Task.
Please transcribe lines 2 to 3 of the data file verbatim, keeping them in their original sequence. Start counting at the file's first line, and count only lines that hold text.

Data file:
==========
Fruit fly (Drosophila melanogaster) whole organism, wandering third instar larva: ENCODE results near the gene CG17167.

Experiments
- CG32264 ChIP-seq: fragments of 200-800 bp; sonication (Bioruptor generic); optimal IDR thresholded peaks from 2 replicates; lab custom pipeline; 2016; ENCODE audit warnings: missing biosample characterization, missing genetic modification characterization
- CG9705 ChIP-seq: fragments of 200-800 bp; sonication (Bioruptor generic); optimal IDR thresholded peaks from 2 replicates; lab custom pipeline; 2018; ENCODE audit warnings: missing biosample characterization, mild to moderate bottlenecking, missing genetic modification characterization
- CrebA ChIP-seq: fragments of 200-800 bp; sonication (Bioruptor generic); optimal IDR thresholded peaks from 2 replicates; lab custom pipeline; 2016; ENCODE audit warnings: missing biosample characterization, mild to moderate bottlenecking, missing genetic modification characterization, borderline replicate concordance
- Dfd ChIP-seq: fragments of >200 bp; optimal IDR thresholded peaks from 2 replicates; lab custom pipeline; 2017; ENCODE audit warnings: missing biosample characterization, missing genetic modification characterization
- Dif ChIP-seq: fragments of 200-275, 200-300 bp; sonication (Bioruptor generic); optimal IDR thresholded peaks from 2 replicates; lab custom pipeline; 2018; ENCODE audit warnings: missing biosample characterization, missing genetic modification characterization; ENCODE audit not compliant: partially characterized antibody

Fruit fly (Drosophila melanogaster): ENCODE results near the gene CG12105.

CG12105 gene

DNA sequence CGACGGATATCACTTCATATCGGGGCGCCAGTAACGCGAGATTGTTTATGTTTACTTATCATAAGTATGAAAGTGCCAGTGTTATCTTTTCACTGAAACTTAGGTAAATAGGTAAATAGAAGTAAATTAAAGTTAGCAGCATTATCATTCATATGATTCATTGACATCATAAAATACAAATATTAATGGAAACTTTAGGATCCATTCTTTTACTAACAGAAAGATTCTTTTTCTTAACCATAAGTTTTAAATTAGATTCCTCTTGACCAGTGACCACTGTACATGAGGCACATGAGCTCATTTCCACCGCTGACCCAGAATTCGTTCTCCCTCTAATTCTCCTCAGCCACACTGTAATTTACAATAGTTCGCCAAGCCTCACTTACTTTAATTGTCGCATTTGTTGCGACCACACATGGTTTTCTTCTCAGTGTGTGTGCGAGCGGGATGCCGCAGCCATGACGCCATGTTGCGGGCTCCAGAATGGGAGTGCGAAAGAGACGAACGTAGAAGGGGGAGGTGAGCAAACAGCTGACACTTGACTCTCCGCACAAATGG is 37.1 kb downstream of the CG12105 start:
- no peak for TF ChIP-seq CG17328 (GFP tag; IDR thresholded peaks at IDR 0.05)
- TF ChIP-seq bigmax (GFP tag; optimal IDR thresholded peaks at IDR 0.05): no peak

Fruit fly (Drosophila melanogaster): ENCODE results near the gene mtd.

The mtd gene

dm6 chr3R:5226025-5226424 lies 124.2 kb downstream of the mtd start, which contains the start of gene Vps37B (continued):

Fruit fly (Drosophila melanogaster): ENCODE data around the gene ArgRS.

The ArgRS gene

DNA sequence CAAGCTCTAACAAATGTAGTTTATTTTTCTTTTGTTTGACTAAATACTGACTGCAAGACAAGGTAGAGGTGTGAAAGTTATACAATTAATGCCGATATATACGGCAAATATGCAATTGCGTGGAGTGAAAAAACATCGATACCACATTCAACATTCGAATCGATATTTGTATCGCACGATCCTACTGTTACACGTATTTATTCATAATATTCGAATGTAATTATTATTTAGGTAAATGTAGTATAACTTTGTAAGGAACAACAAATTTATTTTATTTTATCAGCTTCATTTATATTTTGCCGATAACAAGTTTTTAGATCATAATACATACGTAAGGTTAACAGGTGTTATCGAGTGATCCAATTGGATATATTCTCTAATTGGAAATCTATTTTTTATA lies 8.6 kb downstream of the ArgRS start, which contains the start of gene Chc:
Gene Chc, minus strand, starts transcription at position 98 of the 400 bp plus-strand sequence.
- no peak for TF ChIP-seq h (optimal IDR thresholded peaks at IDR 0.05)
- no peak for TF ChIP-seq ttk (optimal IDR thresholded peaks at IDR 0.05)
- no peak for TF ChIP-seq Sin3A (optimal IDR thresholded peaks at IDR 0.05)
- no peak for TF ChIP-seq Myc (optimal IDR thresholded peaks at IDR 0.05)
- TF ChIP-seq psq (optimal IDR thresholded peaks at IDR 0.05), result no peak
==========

Experiments
- CG32264 ChIP-seq: fragments of 200-800 bp; sonication (Bioruptor generic); optimal IDR thresholded peaks from 2 replicates; lab custom pipeline; 2016; ENCODE audit warnings: missing biosample characterization, missing genetic modification characterization